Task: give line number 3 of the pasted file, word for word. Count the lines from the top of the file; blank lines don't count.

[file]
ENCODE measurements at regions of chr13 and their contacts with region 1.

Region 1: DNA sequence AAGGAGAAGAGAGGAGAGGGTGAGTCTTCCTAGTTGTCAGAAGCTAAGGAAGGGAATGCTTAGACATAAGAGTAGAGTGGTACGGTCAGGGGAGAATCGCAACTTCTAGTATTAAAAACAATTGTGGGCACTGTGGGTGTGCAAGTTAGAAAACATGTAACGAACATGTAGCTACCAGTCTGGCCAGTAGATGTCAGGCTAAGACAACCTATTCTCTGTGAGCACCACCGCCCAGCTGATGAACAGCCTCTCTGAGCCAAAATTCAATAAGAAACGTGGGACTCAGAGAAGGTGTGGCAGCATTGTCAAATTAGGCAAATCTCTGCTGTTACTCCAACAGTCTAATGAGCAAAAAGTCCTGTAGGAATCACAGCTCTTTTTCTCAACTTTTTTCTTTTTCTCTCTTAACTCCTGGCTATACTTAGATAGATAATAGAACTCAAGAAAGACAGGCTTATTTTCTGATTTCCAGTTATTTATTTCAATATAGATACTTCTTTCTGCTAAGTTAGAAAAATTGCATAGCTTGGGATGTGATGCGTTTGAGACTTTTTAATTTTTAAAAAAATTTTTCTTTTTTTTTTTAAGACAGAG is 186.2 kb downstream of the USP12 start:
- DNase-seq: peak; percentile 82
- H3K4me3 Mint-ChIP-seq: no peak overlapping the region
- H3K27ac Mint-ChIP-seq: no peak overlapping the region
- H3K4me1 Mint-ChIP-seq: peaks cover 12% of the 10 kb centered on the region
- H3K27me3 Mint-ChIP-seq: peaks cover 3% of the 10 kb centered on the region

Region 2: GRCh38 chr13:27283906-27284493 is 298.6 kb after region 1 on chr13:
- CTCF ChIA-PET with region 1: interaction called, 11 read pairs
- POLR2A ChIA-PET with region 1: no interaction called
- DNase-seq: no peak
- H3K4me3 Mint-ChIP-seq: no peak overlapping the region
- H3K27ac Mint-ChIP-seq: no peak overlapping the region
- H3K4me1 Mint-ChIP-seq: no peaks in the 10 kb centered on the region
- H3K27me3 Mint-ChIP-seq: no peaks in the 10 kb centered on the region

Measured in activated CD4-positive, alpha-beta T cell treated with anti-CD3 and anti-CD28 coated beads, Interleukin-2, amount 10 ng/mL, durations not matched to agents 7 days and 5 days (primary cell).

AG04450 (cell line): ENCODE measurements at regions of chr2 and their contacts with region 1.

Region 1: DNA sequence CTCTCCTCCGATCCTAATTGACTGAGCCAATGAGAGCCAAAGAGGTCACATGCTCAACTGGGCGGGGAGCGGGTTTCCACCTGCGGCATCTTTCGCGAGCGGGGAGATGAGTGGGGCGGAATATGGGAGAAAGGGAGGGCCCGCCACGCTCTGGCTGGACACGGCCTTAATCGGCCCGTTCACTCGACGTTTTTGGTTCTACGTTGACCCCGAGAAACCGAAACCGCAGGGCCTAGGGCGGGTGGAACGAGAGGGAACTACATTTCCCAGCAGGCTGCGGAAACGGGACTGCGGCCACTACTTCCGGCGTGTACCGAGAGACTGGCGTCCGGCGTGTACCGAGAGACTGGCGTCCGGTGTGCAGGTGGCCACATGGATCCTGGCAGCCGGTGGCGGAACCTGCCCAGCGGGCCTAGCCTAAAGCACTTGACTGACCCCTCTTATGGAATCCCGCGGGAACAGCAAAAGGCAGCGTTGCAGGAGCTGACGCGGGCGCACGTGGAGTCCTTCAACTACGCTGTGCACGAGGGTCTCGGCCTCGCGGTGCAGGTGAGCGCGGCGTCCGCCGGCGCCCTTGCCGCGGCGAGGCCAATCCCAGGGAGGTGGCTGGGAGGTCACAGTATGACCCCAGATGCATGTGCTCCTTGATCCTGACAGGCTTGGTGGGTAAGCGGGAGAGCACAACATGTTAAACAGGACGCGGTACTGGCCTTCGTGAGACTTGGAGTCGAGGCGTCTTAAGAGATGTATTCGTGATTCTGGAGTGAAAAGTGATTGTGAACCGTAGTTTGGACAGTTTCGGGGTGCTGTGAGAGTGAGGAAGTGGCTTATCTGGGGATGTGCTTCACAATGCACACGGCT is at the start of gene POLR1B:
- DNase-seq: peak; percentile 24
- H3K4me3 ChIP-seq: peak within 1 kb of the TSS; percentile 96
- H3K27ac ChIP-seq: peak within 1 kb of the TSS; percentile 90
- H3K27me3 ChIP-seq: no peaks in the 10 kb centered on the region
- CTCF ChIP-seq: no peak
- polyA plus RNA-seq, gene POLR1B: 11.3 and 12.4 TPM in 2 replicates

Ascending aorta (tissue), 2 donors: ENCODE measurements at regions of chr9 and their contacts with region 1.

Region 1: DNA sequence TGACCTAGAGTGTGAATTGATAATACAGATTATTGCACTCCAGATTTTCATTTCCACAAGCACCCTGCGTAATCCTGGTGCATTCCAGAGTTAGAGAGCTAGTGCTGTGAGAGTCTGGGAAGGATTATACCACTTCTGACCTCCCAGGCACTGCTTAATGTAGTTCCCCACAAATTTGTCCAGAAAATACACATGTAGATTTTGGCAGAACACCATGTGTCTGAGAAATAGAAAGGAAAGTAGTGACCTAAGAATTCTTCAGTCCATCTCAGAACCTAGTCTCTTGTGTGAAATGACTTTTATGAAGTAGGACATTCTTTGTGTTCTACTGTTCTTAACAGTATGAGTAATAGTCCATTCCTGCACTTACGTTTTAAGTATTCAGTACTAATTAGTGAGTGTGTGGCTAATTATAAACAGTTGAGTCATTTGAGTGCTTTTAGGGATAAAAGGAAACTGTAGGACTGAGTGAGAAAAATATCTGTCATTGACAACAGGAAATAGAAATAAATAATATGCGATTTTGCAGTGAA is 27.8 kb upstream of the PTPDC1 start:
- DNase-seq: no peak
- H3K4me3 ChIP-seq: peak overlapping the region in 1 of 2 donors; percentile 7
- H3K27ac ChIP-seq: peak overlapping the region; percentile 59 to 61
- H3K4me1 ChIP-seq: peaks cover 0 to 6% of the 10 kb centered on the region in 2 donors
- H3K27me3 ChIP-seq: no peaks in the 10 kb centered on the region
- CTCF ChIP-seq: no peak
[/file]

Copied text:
- DNase-seq: peak; percentile 82